Reluctantly, I gave them (and other libraries) about 60 boxes, each holding about 20 books, carefully sorted by genre, etc. They practically gave them away at their annual book sale.

To raise money to buy books.

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I approached a bookstore owner in Stratford, Ont., to whom I had offered to sell books a year earlier.

He said the book industry was down, he couldn’t afford it, couldn’t find space to store them and could operate his excellent store only because he lived above the place. He was right.

I thought he could sell books on theatre and TV since it is the home of the Stratford Festival and gets thousands of adult visitors who love the arts, plus thousands of school kids who come to see the plays. He said if 15 kids come into the store, one or two will look at some books – everyone else is on a digital device and pays zero attention.

I gave him 30 boxes of books on the arts.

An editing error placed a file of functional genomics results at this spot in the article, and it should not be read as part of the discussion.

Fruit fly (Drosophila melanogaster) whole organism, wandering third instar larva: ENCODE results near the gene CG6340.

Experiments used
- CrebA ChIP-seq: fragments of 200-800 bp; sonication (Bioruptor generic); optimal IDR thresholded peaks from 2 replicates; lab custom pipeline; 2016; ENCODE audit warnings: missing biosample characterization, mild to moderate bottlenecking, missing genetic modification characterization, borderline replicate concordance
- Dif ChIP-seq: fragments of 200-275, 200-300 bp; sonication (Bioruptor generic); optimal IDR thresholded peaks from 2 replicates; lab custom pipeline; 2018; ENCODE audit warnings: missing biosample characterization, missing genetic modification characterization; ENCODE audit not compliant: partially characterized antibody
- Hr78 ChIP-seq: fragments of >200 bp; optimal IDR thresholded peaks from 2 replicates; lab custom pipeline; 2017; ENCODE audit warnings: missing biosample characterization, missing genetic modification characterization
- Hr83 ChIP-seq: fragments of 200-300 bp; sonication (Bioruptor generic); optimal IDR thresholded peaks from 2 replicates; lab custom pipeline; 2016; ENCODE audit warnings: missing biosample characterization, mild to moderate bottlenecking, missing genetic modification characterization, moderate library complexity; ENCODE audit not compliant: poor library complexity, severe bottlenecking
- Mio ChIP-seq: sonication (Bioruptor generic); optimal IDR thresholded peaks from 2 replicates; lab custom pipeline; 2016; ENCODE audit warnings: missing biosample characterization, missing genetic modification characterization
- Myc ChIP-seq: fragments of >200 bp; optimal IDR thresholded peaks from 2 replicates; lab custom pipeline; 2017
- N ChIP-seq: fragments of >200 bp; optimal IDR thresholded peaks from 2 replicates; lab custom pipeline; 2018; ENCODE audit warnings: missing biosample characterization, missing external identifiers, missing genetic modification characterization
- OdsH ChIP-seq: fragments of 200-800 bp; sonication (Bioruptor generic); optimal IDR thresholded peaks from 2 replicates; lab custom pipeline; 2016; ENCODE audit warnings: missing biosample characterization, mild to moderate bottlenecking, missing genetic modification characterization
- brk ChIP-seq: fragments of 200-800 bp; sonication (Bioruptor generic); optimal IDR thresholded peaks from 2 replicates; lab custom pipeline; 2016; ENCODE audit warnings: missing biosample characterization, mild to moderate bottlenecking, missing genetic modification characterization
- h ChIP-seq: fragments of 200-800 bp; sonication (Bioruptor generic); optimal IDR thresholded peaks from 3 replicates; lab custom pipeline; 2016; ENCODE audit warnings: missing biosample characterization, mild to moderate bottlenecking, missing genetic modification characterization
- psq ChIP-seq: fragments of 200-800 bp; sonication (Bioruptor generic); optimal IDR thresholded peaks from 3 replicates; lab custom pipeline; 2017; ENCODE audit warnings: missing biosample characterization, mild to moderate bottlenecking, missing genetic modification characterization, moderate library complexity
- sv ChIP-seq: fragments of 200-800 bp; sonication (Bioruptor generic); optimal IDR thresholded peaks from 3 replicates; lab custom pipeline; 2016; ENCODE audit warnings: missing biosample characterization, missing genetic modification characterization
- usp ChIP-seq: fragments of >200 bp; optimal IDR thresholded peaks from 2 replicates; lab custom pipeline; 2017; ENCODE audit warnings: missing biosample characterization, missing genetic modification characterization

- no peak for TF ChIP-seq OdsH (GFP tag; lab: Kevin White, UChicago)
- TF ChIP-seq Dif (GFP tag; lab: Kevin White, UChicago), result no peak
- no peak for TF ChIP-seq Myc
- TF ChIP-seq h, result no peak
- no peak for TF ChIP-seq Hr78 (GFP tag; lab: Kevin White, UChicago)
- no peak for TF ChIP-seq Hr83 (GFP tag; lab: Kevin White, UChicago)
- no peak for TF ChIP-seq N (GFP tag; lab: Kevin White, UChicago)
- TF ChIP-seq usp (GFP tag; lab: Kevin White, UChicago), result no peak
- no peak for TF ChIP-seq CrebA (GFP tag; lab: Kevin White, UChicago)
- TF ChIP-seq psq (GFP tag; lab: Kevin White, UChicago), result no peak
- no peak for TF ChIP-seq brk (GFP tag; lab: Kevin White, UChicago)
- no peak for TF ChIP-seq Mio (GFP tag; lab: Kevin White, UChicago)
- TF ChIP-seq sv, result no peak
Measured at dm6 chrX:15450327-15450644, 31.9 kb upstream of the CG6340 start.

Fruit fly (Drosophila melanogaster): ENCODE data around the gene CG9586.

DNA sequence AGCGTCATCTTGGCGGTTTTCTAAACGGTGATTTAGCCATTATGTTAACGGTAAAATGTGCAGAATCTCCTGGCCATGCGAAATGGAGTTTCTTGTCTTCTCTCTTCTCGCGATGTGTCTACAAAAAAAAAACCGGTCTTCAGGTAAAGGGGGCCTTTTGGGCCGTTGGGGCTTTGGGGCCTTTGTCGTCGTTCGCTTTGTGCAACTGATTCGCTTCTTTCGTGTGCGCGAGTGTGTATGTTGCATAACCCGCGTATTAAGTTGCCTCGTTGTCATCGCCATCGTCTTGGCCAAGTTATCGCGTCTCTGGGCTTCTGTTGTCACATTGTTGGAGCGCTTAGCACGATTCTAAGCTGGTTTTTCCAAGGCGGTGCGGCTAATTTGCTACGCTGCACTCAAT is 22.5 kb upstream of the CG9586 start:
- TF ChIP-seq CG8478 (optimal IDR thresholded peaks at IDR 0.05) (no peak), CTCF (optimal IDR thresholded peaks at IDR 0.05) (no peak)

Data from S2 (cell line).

Then I took him 10 more. Later, I took 10 more.

I have more for him. Free.

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I hope he finds buyers. I hope you do, too, or at least appreciative recipients, when you downsize your library.

Don’t count on it.

A daughter said, “It’s the same with everything, Dad, antiques, silverware, furniture, nobody wants the old stuff.”

True, except when they do, which might happen in a decade or so when books and “old stuff” come back into favour. It could be cyclical, like furniture styles and shirt collars. Maybe.

There is some good news: Amazon has opened a physical bookstore; many independent bookstores struggle but survive; many students (most?) prefer traditional paper books (they, like countless other people, prefer the feel of them, the smell of them, the pure physicality of them. They also like to be able to write in them, turn the pages and so on).

So, yes, there are signs that the book is not dead.

But don’t try to sell them.

And you’ll have a hard time trying to give them away. I managed to divest myself of more than 1,200 books and 37 bookcases without totally abandoning them. I sold about four of the bookcases. One of the books.

It didn’t feel good.

Frank Daley lives in Waterloo, Ont. (with fewer books).